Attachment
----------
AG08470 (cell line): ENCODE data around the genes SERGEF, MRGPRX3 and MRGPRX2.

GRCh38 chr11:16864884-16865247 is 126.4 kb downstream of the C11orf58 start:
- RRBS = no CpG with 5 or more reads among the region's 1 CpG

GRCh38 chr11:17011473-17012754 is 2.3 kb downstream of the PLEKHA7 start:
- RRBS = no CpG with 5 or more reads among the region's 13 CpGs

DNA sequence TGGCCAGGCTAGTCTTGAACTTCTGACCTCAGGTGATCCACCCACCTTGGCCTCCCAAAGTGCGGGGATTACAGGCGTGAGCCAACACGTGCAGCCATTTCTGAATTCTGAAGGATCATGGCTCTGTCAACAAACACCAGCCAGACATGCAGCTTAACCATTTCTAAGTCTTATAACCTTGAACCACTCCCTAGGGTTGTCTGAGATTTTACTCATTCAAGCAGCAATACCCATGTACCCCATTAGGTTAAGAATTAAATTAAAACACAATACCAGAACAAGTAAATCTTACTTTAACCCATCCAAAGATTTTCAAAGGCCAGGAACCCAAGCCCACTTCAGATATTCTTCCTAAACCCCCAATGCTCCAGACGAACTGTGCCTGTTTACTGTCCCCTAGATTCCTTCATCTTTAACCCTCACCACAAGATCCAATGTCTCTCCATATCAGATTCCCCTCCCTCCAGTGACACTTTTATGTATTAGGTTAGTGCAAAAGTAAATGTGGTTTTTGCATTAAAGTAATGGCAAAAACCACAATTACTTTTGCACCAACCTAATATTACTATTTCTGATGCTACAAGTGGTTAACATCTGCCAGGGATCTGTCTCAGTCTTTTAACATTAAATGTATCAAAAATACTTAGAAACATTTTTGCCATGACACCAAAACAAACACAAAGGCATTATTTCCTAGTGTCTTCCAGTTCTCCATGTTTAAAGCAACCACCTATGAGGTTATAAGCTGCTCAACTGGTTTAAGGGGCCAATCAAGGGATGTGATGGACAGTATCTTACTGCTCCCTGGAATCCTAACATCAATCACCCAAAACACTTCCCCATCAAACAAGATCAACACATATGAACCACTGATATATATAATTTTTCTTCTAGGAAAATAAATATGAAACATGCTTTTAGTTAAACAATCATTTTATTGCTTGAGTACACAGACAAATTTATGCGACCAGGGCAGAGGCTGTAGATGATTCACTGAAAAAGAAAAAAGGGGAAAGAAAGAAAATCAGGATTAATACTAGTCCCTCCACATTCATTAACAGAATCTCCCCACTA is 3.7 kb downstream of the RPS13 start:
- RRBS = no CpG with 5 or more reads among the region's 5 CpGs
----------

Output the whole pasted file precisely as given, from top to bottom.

AG08470 (cell line): ENCODE data around the genes SERGEF, MRGPRX3 and MRGPRX2.

GRCh38 chr11:16864884-16865247 is 126.4 kb downstream of the C11orf58 start:
- RRBS = no CpG with 5 or more reads among the region's 1 CpG

GRCh38 chr11:17011473-17012754 is 2.3 kb downstream of the PLEKHA7 start:
- RRBS = no CpG with 5 or more reads among the region's 13 CpGs

DNA sequence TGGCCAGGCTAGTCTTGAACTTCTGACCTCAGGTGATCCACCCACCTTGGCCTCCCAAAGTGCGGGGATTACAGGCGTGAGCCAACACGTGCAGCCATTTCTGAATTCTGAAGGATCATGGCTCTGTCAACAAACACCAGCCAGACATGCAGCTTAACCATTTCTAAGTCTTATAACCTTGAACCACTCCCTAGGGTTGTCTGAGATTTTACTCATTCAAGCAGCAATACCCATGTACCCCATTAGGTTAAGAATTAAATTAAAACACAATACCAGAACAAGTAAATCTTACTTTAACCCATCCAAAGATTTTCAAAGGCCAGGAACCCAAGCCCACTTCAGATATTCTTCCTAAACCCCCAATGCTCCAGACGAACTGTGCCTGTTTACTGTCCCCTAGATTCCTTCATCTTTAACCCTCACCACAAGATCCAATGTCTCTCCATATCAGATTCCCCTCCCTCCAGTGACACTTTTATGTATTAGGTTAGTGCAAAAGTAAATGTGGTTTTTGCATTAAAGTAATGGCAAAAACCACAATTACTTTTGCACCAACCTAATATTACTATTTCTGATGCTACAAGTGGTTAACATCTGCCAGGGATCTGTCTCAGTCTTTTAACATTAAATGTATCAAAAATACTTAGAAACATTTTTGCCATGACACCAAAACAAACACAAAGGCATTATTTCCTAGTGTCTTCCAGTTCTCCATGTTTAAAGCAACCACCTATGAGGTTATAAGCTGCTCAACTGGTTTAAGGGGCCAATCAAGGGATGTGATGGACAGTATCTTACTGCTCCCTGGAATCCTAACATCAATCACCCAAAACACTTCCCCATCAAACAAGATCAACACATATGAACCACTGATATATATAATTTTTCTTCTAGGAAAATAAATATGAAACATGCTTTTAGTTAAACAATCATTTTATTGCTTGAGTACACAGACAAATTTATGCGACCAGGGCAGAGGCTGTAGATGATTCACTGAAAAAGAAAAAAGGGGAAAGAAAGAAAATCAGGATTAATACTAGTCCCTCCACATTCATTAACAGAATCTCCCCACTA is 3.7 kb downstream of the RPS13 start:
- RRBS = no CpG with 5 or more reads among the region's 5 CpGs